Wikipedia will go dark for 24 hours

One of the most visited websites in the world, Wikipedia, will close off the English version of its site tomorrow for a full day to protest two pieces of legislation under consideration by Congress.

Want to know when Bucharest became the capital of Romania? How about the history of the Duty Free shop? Take a stroll down memory lane and revisit the Super Bowl “Nipplegate” controversy involving Janet Jackson and Justin Timberlake? Whether your interest lay with Bucharest, Miss Jackson’s boob, or one of the other 20 million articles that Wikipedia produces, the readily-accessible, highly-used mainstay of the Internet will be unavailable to slake your curiosity tomorrow. Instead, you’ll have to dust off your grandfather’s Encyclopedia Britannica, because for a full 24 hours, Wikipedia will not exist.

In a press release issued yesterday, Wikipedia stated that “the Wikipedia community has chosen to blackout the English version of Wikipedia for 24 hours, in protest against proposed legislation in the United States — the Stop Online Piracy Act (SOPA) in the U.S. House of Representatives, and PROTECTIP (PIPA) in the U.S. Senate.” Wikipedia averages 15 million unique visitors per day.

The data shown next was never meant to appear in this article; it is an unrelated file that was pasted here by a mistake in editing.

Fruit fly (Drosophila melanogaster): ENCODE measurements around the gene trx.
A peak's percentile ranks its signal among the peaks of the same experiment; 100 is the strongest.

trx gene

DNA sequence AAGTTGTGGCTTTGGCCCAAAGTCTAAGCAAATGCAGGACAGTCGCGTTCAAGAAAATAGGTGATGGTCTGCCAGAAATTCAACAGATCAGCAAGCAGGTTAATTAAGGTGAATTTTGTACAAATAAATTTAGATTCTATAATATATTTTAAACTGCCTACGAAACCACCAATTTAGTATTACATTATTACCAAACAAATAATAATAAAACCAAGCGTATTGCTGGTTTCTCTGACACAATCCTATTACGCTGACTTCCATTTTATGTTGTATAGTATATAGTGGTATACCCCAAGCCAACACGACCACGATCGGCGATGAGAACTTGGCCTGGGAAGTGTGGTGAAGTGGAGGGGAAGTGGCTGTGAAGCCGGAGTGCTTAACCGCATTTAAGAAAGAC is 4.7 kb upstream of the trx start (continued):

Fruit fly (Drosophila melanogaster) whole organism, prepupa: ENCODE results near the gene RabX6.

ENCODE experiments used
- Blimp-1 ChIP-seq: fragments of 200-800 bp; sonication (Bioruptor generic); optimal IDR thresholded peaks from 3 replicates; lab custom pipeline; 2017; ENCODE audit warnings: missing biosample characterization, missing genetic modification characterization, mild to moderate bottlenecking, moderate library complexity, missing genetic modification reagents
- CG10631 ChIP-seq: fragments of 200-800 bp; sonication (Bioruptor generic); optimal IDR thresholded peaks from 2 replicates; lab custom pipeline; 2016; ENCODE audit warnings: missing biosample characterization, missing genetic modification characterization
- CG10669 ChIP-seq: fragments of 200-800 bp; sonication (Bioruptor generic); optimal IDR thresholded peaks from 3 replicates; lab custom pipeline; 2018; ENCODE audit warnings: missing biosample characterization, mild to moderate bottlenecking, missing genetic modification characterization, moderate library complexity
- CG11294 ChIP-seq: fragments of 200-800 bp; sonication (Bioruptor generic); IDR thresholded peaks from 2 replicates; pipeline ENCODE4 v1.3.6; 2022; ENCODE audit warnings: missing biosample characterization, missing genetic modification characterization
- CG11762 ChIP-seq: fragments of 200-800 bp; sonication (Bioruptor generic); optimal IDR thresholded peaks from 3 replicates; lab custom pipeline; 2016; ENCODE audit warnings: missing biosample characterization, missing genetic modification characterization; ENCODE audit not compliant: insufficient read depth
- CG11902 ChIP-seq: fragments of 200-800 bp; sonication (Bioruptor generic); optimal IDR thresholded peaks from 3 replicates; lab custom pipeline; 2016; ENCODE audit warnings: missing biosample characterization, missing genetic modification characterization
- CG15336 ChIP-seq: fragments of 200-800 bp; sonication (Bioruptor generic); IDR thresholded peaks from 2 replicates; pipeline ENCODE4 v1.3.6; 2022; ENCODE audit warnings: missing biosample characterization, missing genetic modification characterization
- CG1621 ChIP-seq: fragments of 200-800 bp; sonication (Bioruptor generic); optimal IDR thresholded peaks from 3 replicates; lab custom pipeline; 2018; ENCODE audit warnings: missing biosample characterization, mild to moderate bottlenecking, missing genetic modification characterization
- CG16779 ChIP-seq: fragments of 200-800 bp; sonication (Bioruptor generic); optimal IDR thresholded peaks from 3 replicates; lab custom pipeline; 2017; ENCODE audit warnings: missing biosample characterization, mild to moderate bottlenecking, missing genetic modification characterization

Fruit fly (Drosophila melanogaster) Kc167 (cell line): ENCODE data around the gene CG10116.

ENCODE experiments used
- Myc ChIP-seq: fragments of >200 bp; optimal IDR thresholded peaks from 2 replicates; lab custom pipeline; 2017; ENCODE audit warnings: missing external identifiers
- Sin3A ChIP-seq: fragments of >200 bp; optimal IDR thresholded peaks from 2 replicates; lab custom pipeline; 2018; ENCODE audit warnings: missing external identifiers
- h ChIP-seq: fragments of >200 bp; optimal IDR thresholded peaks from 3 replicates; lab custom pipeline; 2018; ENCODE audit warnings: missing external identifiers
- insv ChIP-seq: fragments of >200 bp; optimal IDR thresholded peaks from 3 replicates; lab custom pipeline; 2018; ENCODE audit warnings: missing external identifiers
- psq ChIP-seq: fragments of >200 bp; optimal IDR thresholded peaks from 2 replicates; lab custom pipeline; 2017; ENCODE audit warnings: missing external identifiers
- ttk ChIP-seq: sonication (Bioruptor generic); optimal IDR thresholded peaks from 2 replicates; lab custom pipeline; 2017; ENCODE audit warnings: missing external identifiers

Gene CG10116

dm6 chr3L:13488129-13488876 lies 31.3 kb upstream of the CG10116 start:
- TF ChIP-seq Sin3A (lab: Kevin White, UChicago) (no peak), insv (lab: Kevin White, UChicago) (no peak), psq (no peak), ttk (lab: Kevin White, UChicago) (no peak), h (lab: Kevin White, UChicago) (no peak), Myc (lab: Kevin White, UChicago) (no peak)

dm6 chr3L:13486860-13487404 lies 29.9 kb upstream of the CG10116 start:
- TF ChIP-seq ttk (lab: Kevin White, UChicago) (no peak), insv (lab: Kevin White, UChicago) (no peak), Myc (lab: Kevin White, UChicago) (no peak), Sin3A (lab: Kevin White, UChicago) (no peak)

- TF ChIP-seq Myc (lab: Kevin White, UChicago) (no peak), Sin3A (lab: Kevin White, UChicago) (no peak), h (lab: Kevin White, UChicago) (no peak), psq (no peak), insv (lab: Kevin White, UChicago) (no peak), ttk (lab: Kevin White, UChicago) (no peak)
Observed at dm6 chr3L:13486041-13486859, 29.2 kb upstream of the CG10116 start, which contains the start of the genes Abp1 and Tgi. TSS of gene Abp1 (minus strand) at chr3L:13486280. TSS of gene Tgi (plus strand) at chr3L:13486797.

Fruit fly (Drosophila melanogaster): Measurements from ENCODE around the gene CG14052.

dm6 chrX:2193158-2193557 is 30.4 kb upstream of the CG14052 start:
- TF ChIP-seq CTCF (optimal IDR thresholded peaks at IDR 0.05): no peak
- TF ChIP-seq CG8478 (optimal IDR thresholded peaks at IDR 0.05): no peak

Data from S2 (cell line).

[blackbirdpie id=”158971314449809409”]

The release went on to say that “if passed, this legislation will harm the free and open Internet and bring about new tools for censorship of international websites inside the United States.”

Owners of film, music, and television are among those that support the proposed pieces of legislation. Many others, in turn, oppose the legislative proposals along with Wikipedia, including Google, Twitter, Facebook, eBay, among others.

“Today Wikipedians from around the world have spoken about their opposition to this destructive legislation,” said Jimmy Wales, founder of Wikipedia, in the Monday press release. “This is an extraordinary action for our community to take, and while we regret having to prevent the world from having access to Wikipedia for even a second, we simply cannot ignore the fact that SOPA and PIPA endanger free speech both in the United States and abroad, and set a frightening precedent of Internet censorship for the world.”


photo by @bastique

  • error

    Report an error

Nathan Cushing

Nathan Cushing is a writer, journalist, and RVANews Editor.

There are no reader comments. Add yours.